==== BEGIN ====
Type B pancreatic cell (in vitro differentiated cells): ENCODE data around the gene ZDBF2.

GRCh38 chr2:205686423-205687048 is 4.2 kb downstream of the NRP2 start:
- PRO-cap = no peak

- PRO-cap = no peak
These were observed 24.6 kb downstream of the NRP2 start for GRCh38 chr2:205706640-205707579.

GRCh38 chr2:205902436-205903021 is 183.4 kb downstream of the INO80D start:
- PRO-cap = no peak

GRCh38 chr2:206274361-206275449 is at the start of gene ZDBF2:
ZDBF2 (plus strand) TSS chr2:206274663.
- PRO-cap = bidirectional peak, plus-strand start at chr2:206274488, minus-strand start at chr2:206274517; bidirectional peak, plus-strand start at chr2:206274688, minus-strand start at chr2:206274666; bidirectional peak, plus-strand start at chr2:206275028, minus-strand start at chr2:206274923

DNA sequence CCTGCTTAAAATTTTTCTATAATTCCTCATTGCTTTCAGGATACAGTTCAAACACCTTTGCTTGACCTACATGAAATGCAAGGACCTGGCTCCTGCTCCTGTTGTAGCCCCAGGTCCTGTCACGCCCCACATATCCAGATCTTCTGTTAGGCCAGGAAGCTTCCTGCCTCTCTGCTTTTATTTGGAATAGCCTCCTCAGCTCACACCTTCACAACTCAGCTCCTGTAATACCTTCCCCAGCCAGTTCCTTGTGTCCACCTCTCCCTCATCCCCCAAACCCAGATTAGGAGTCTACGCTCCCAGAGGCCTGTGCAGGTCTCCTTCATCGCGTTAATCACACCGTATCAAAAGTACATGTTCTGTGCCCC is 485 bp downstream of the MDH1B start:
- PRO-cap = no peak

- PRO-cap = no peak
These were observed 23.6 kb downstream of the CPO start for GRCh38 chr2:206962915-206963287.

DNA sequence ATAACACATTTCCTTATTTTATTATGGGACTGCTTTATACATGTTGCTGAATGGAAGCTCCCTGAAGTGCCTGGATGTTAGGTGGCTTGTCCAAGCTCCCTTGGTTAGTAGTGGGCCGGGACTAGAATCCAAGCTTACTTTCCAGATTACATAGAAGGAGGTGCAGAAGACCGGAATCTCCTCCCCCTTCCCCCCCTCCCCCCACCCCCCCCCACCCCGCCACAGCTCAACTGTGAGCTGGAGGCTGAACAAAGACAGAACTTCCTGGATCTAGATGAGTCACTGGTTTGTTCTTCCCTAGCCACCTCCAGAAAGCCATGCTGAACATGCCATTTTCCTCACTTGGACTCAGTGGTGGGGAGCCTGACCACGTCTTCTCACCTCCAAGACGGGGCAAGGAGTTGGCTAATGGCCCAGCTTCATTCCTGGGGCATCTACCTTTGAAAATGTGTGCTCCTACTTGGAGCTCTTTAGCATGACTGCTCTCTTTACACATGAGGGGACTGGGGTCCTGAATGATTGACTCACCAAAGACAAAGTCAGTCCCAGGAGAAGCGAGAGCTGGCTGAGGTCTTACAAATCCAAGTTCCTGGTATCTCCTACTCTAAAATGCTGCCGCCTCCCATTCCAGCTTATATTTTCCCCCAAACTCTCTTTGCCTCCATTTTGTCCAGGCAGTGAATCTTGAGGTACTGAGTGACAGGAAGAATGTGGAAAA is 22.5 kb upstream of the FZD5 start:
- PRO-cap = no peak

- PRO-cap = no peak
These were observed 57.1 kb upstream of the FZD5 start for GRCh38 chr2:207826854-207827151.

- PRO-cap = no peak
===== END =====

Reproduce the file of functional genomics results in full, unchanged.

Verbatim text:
Type B pancreatic cell (in vitro differentiated cells): ENCODE data around the gene ZDBF2.

GRCh38 chr2:205686423-205687048 is 4.2 kb downstream of the NRP2 start:
- PRO-cap = no peak

- PRO-cap = no peak
These were observed 24.6 kb downstream of the NRP2 start for GRCh38 chr2:205706640-205707579.

GRCh38 chr2:205902436-205903021 is 183.4 kb downstream of the INO80D start:
- PRO-cap = no peak

GRCh38 chr2:206274361-206275449 is at the start of gene ZDBF2:
ZDBF2 (plus strand) TSS chr2:206274663.
- PRO-cap = bidirectional peak, plus-strand start at chr2:206274488, minus-strand start at chr2:206274517; bidirectional peak, plus-strand start at chr2:206274688, minus-strand start at chr2:206274666; bidirectional peak, plus-strand start at chr2:206275028, minus-strand start at chr2:206274923

DNA sequence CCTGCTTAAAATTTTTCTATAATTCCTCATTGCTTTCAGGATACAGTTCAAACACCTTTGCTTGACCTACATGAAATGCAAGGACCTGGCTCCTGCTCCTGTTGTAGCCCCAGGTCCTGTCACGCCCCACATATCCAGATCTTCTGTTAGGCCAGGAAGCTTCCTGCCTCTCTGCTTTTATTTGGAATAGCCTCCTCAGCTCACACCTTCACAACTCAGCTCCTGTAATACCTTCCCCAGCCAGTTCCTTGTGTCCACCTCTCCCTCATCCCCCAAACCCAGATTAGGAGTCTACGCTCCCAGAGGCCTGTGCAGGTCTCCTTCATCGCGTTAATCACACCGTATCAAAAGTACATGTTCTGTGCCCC is 485 bp downstream of the MDH1B start:
- PRO-cap = no peak

- PRO-cap = no peak
These were observed 23.6 kb downstream of the CPO start for GRCh38 chr2:206962915-206963287.

DNA sequence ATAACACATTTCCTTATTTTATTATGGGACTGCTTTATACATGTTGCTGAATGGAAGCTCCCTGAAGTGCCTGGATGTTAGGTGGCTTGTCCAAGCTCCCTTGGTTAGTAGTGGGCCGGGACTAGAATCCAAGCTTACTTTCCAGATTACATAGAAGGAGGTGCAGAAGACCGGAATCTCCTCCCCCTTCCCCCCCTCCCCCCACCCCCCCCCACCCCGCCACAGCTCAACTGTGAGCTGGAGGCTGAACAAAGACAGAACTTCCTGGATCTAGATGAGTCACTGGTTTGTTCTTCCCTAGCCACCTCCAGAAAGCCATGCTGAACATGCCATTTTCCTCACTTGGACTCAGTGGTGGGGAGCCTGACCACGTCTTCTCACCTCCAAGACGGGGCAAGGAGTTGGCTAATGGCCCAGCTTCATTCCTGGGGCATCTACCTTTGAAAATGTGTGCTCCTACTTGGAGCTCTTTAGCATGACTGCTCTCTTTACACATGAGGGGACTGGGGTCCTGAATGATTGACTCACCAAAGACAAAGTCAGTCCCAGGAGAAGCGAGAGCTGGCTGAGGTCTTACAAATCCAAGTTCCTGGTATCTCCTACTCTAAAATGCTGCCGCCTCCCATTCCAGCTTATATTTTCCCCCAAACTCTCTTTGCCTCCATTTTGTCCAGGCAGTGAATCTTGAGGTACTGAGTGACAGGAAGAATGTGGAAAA is 22.5 kb upstream of the FZD5 start:
- PRO-cap = no peak

- PRO-cap = no peak
These were observed 57.1 kb upstream of the FZD5 start for GRCh38 chr2:207826854-207827151.

- PRO-cap = no peak